Hal Moggridge

Hal Moggridge

Hal is a member of the IFLA Advisory Circle. Members of IFLA Advisory Circle provide expert insight and thought leadership on national regional and international developments which directly or indirectly concern landscape architecture.

Hals areas of expertise are:

Two interwoven subjects which are fundamental to human survival.

Worldwide figures from FAO and World Bank illustrating trends:-
Earth’s land area is 149million km2, of which 49million km2 produces food.
Agriculture accounts for 70% of freshwater use globally.
1960 -1970: World rural population was 2 billion, 66% of the total of 3 billion.
15million km2 was arable land.
1990: 47.3million km2 was forested. 76% of people worldwide had access to fresh water.
2015: World rural population is 3.4 billion, now only 45% of the world total of 7 billion.
16million km2 is arable land. 45.9million km2 is forested. 91% of people worldwide have access to fresh water.
Average arable fertiliser consumption, which can lead to river pollution, is 138kg/ha, compared to 105 kg/ha in 2002.
Worldwide food production is 3.5 times that in 1965.
2050 projection: World population will be 9.3. billion. Without improved efficiency, agricultural water demand will increase by 20%.

Therefore, unless there is widespread famine, it is inevitable that arable land area will increase, forest area will be less
& demand for water will be greater, possibly more than the water available in some places, such as California or Ethiopia .
Global warming will affect trends but in ways not well understood or easily foreseeable.

IFLA needs to acknowledge these trends and welcome improving life conditions worldwide. It will be for allied experts to seek solutions to agricultural and water supply problems; half-understood populist solutions should be avoided by IFLA since there are important contributions for the profession to make, such as:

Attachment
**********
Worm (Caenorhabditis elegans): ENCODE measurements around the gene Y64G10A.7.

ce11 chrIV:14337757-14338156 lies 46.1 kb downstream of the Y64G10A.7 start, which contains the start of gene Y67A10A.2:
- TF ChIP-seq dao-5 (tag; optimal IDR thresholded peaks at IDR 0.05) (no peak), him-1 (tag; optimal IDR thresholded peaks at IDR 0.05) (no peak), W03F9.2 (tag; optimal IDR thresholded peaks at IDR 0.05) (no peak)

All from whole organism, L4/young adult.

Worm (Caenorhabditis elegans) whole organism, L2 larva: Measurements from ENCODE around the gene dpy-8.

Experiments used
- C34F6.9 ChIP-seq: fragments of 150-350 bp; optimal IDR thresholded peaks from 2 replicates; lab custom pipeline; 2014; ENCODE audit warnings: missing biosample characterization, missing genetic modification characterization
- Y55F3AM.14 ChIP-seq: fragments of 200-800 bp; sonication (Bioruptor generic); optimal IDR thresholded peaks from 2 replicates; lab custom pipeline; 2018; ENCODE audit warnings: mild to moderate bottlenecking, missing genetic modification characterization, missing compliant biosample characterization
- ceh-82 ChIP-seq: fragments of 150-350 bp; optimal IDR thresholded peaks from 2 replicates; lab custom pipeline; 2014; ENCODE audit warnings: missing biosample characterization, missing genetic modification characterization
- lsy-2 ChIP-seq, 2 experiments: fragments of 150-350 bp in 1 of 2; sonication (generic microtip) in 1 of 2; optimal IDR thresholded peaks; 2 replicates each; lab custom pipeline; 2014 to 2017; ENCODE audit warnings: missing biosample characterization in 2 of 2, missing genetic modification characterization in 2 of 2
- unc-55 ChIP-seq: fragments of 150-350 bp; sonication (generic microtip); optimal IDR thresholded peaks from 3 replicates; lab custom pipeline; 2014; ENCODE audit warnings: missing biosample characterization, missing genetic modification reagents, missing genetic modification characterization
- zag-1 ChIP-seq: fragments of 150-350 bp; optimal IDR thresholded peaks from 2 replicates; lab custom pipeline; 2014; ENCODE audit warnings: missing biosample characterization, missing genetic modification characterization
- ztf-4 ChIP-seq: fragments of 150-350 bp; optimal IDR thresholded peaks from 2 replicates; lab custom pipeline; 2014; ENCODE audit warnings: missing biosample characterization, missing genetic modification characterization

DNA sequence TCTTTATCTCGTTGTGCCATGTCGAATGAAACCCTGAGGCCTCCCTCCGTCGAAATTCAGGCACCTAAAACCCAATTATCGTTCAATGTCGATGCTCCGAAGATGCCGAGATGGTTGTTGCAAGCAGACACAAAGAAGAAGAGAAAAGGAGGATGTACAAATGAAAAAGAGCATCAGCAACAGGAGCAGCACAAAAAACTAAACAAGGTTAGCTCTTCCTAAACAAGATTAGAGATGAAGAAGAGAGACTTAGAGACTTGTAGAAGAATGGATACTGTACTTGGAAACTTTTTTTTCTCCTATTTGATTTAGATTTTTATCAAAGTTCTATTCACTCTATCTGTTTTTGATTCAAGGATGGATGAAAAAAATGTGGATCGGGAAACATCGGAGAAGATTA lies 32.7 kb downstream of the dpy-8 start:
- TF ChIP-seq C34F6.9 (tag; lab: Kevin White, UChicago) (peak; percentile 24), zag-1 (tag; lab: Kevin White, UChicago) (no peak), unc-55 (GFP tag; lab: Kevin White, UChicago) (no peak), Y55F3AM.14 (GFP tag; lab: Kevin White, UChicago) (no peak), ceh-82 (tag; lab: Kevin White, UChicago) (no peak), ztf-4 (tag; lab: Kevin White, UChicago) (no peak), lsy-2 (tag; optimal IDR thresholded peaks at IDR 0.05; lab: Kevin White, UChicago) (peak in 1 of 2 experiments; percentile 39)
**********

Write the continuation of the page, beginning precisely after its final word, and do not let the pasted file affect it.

* Policy for rural land should be about more than only agriculture, including other qualities which can be integrated with farming by landscape design.
* Humans share the world with many other creatures; their habitats need to be part of the rural landscape which farmers look after.
* Features promoting the wellbeing of people need to be interwoven with food production, such as shelter around habitations.
* Rural landscapes provide solace for visitors from urban areas; places and routes for recreation and tourism should be interwoven with farmland.
* In the countryside active sports of many sorts can be enjoyed, for which provision should be made.
* Food growing can also be part of urban life and so towns need to provide space for this, particularly in less affluent communities.
* Beauty of landscape and views should always be part of the countryside.
* Economy of water use needs to be integral with development by choosing appropriate plants and land surfaces.
* All land use and development needs to be arranged to minimise downstream flooding.

Skylines and distant views are a memorable feature of cities, by which they are often remembered. In historic cities the skyline was often a description of civic organisation. The arrival of very tall buildings has sometimes led to confusion of the urban landscape, particularly when the form of an historic city is ignored when locating new tower blocks. In most places tall buildings are not needed to accommodate the needs of a city but, like other skyline features, are welcomed for emotional reasons.

Landscape techniques have been defined by which the integrity of city skylines can be conserved while allowing for tall new buildings to be added to the urban fabric in appropriate places.